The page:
Switzerland on My Mind

Trains in Switzerland are the best way to absorb the magnificence and unparalleled beauty of this mountainous country whose vistas are world famous.  No wonder: The top scenic train routes were devised and designed by English engineers in the mid-nineteenth century in the heyday of tourism made possible by wealth created after the Industrial Revolution and imperialism.  (That’s why Swiss trains roll by on the left side: It’s a nod to England!)  Nowadays, you can sit back and relax in plush compartments, take in the amazing sights, enjoy gourmet meals and good Swiss wines, and coordinate hiking trips with military precision by using the trains.

The Bernese Oberland is filled with great train rides.  The most epic ride not just here but in the entire country takes place on trains owned by a private rail company, and it’s really a must, something every visitor to Switzerland ought to do at least once.  There is nothing like it in the world in terms of engineering genius and stunning views.  The trip begins in the Lauterbrunnen Valley and takes you up through Wengen, then to Kleine Scheidegg, and finally through tunnels hewn out of the mountains until you reach the Jungfraujoch, which at just over 11,000 feet above sea level, is the highest altitude railway station in Europe.  While you can get out and walk around at stops along the way, save time for the top.  There’s a museum here that documents the massive sacrifices needed to create the train route, a good Indian restaurant, a new chocolate shop, little ski slopes, and flat out shockingly beautiful views of glaciers and distant peaks.  The one caveat is that during summer months the train takes up about 5,000 visitors daily.  It gets crowded.

If you want to avoid the crowds, no problem.  Switzerland has uber-famous routes that, unlike the ride up to Jungfraujoch, are covered fully by a Swiss Rail Pass.  (The pass offers a 50% reduction on the Jungfraujoch excursion.)   Certainly among the most majestic is the aptly named Glacier Express.  The train goes to and from Zermatt and St. Moritz, over long and stone bridges, past countless waterfalls, in view of primeval forests and past deep valleys.  Along the way, you go through Visp, Brig, Andermatt, Disentis, and Chur, and seated in a so-called, “Panorama Wagon,” with walls made of glass, you won’t miss a thing.

Another magnificent train ride is the Wilhelm Tell Express, which links German-speaking Luzern to Italian-speaking Locarno.  It’s a wondrous, five hour journey that begins by boat from Luzern to Flüelen.  This is where the Wilhelm Tell story began.  Heading south, you’re in Ticino, Switzerland’s canton where Italian is the language and norm:  Bellinzona with its famous castles; Lugano, which combines Swiss and Italian cultures; and, at last you are in Locarno, which is a lovely, lakeside town near the border of Italy that at one time was a quiet fishing village that inspired Hemingway.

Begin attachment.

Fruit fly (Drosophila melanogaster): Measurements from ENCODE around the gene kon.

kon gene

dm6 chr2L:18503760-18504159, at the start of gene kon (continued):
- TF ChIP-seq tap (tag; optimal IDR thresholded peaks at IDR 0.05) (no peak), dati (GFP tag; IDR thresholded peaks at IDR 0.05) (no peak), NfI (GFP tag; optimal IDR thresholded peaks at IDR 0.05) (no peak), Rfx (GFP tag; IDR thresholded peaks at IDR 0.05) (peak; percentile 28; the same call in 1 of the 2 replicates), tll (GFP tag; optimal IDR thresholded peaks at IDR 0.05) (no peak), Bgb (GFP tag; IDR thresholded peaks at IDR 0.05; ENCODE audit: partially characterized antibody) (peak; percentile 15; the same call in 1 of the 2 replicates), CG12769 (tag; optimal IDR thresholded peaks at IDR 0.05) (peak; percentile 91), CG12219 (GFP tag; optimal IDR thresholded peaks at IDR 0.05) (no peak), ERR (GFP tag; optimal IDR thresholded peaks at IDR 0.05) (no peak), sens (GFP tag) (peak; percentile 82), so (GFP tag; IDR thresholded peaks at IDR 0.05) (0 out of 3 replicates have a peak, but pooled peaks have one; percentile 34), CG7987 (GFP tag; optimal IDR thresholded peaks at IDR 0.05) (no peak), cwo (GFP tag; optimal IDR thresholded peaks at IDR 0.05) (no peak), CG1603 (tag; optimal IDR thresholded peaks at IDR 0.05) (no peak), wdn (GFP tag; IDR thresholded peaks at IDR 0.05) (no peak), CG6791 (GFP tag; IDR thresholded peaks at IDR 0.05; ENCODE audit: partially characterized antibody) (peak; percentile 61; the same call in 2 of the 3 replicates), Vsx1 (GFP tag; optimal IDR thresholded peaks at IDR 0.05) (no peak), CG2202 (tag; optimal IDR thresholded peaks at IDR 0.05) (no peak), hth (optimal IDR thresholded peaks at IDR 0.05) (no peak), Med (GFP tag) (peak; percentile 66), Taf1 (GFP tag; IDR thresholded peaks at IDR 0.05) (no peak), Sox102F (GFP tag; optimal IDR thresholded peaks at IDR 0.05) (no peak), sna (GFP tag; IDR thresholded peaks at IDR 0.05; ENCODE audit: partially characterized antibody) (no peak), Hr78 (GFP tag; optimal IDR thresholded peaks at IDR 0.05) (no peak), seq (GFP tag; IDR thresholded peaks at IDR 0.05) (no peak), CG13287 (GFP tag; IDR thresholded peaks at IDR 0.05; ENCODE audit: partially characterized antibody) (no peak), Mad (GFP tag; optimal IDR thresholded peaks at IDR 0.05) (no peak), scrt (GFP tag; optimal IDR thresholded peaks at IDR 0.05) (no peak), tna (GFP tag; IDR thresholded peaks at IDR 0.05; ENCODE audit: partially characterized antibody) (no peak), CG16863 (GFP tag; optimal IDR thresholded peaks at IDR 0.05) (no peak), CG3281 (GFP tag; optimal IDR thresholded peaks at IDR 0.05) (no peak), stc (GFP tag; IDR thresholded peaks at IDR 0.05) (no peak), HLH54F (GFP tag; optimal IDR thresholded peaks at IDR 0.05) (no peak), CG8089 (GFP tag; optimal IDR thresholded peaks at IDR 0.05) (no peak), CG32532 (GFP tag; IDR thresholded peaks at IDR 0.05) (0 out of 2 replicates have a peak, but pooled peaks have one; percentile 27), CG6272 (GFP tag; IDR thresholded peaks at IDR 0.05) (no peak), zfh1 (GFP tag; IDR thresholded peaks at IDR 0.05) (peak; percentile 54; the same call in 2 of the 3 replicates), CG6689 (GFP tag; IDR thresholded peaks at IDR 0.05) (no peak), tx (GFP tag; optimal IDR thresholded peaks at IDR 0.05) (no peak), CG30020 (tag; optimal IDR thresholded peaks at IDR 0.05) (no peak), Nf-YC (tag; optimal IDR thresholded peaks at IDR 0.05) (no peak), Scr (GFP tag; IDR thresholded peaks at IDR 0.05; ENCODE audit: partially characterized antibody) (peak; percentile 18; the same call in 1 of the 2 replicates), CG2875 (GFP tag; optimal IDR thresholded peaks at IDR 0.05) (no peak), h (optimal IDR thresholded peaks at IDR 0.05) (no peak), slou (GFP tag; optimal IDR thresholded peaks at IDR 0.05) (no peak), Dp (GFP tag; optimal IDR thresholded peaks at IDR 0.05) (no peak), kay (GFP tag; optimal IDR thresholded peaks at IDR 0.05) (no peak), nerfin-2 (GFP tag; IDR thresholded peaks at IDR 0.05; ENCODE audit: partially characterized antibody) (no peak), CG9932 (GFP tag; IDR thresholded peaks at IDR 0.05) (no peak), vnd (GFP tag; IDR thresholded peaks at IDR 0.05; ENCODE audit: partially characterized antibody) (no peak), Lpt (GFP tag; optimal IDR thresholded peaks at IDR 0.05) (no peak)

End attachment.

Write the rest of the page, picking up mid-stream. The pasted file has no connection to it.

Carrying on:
Finally, take the Bernina Express.  It’s so extraordinary as to merit being part of UNESCO World Heritage.  The route is the highest altitude train journey in Europe, and takes you from Chur, in the region of Switzerland known as the Grissons, all the way to Tirano in Italy.  The Grissons are an ideal, rustic part of the country, ideal for remote hikes (as well as family walks in the National Park), and the train spares nothing in terms of vistas.

There are many other train routes of length worth taking in Switzerland—Golden Pass Line and Voralpen Express, for example—and several cantons have nostalgic and private train routes still open that use steam operated engines.  Among the best steam train rides in all of Switzerland is the privately run Brienz Rothorn, which takes you up a mountain above the pretty village of Brienz and at the top provides views in all directions.

A few words of advice.

Consider getting a Swiss Pass before leaving for Switzerland.  Note: It does not cover the private routes fully; it does cover the famous national routes.  When you decide which routes you want to take, be advised that you must reserve seats.  If you wish to have a meal in the train restaurant, reserve in advance as well.

Bon voyage!

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